Today marks the one-hundredth second birthday of Jacob Kurtzberg, better known as comic book legend Jack Kirby. Few have had the impact on the comic book world quite like Kirby. Trying to categorize it all is difficult given the sheer breadth of his contributions. He is one of the greatest figures in comics and one of its major innovators as well as most prolific and influential creators.
He was born on this date in 1917 in Manhattan to Austrian Jewish immigrants Rose and Benjamin Kurtzerg. Early in his life he enjoyed drawing and sought to learn more about art, becoming essentially self-taught. He learned by tracing characters from comic strips and editorial cartoons. He began working professionally under various pen anes, including Jack Curtiss, before settling on Jack Kirby. He eventually made his big break when, as World War II broke out in Europe, he and Joe Simon created a character named Captain America for a small publisher called Timely Comics. Captain America became a hit and he went on to create numerous characters for Timely as well as another company called National Comics Publications.
He eventually met a woman named Roz Goldstein and married her on May 23rd, 1942. They eventually had four children together: Susan, Neal, Barbara, and Lisa. When the war came to the United States of America, Kirby was drafted in the United States Army. He joined his countrymen in the Normandy Landings storming the Omaha Beach. During the invasion, a lieutenant learned he was a comic book artist and gave him the dangerous duty of scouting ahead to draw reconnaissance maps and pictures. During 1944 he got frostbite and returned stateside where he spent the remainder of his service in a motor pool.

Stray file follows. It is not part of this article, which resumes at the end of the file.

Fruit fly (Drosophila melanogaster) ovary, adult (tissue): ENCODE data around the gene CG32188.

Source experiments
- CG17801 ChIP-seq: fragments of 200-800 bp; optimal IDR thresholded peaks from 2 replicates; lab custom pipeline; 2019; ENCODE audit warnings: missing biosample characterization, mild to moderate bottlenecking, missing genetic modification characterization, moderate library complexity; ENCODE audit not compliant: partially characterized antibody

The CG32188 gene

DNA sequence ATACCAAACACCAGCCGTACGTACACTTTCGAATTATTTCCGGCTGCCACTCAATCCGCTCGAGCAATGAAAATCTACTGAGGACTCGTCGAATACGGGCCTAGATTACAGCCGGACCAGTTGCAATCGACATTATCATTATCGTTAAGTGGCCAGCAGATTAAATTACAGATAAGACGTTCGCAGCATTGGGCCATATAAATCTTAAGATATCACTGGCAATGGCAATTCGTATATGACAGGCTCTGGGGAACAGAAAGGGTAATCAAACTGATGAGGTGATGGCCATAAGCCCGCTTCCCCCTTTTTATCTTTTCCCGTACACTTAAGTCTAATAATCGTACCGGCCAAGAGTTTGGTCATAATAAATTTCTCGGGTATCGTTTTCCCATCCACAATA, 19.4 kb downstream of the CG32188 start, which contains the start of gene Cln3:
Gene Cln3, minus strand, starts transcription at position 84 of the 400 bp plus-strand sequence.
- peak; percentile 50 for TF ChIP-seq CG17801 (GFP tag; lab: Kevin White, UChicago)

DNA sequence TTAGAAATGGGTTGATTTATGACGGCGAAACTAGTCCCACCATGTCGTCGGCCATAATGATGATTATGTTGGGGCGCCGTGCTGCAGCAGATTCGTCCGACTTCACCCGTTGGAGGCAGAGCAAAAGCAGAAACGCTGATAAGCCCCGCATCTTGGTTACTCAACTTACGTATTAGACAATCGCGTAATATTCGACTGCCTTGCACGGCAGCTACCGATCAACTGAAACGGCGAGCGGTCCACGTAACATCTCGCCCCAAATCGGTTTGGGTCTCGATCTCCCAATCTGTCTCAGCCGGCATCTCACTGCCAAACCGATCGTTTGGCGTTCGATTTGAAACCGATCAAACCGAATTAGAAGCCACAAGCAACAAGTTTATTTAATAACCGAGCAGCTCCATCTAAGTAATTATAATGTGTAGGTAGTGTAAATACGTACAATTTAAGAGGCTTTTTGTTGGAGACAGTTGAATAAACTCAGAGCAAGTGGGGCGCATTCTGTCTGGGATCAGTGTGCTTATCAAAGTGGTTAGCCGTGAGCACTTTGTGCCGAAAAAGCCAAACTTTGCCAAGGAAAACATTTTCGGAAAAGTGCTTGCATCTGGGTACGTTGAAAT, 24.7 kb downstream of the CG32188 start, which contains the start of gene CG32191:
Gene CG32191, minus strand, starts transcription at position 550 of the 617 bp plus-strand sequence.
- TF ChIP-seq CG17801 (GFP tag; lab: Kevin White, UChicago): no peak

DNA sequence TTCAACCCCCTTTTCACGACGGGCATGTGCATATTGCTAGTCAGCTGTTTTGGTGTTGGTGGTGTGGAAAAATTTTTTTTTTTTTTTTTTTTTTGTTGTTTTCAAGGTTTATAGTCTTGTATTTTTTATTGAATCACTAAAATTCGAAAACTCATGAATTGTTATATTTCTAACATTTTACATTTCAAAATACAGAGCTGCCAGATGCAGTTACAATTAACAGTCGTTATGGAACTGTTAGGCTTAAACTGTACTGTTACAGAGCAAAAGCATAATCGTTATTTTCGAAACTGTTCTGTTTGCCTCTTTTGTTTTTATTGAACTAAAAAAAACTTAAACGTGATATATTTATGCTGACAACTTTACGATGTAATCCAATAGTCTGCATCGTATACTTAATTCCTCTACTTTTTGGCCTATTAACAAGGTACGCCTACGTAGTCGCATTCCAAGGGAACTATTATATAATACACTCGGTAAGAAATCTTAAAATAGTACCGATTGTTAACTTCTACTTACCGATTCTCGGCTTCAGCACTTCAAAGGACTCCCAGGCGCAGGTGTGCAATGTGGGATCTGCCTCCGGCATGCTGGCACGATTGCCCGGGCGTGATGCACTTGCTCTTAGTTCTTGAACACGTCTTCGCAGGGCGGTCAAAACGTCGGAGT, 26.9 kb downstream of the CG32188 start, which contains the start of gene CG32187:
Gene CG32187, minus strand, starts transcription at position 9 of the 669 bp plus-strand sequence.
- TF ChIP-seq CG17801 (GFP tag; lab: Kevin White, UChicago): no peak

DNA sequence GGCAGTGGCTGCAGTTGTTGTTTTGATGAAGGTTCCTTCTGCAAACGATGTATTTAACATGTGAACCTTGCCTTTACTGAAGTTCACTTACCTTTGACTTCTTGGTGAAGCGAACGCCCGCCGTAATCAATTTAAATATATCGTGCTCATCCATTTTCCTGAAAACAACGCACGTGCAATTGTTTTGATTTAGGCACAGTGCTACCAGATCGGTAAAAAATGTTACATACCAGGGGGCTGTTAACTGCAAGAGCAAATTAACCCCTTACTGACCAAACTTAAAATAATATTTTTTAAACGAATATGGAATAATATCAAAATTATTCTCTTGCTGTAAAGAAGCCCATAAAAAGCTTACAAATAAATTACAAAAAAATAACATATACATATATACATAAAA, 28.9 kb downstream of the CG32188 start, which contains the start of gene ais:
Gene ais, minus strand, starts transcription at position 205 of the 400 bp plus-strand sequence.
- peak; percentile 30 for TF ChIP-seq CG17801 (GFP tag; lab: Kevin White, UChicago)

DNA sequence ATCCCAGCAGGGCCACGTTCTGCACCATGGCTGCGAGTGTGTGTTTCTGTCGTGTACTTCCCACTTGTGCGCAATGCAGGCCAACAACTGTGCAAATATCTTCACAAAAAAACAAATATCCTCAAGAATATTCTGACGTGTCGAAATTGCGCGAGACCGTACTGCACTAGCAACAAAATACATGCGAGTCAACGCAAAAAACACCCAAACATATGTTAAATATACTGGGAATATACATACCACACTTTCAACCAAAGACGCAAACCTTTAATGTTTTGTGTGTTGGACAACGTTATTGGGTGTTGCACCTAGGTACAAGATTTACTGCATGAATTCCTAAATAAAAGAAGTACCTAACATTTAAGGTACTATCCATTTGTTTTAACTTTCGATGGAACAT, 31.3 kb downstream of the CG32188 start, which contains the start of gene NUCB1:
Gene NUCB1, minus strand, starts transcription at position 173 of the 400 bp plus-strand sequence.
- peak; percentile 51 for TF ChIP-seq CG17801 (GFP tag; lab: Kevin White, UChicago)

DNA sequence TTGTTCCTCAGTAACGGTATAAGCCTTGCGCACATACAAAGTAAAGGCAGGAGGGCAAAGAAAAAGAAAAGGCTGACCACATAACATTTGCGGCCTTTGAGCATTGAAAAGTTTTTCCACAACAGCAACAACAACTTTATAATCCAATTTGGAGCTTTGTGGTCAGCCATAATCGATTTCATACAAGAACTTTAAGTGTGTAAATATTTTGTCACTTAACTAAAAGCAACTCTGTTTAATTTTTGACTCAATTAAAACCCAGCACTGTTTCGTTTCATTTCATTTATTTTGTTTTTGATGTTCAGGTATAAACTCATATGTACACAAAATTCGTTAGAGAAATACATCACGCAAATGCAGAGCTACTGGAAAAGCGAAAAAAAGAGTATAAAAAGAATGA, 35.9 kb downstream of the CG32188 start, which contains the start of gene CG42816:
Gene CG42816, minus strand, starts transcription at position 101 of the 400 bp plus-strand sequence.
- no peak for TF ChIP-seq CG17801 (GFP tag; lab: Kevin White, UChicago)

After the war, Kirby teamed with Simon once again to create Mainline Publications, a short-lived comic company, creating romance comics. He eventually returned to Timely, now calling itself Atlas and eventually Marvel. There he met a man named Stan Lee and the two ended up creating some of the biggest names in that company's history including, but certainly not limited to, the Fantastic Four, X-Men, Hulk, Spider-Man, Thor, and Silver Surfer. Their works garnered high sales and critical acclaim. However, feeling he was being treated unfairly, he left for National Comics, now calling itself DC Comics, in the 1970s.
At DC, Kirby made equally important contributions, most notably his Fourth World saga. While the initial series was not commercially unsuccessful and were cancelled, the characters continued as a major part of the company in all its titles.
Later that decade, Kirby returned to Marvel. He began working in television animation and independent comics. He provided original artwork for Marvel's first animated series The Marvel Super Heroes and later did storyboarding for the 1978 series Fantastic Four. He also produced artwork for a proposed Thor series in the 1980s. In his later years, the world began recognizing his contributions to the comic book industry eventually being dubbed the "William Blake of comics," referring to the highly influential poet and painter of the Romantic Era. In 1987 he became one of three people to be the inaugural inductees to the Will Eisner Comic Book Hall of Fame.
He and his wife Roz stayed together until his death. He died of heart failure on February 6th, 1994 at the age of seventy-six. In his honor, the Jack Kirby Awards and Jack Kirby Hall of Fame were named in his honor.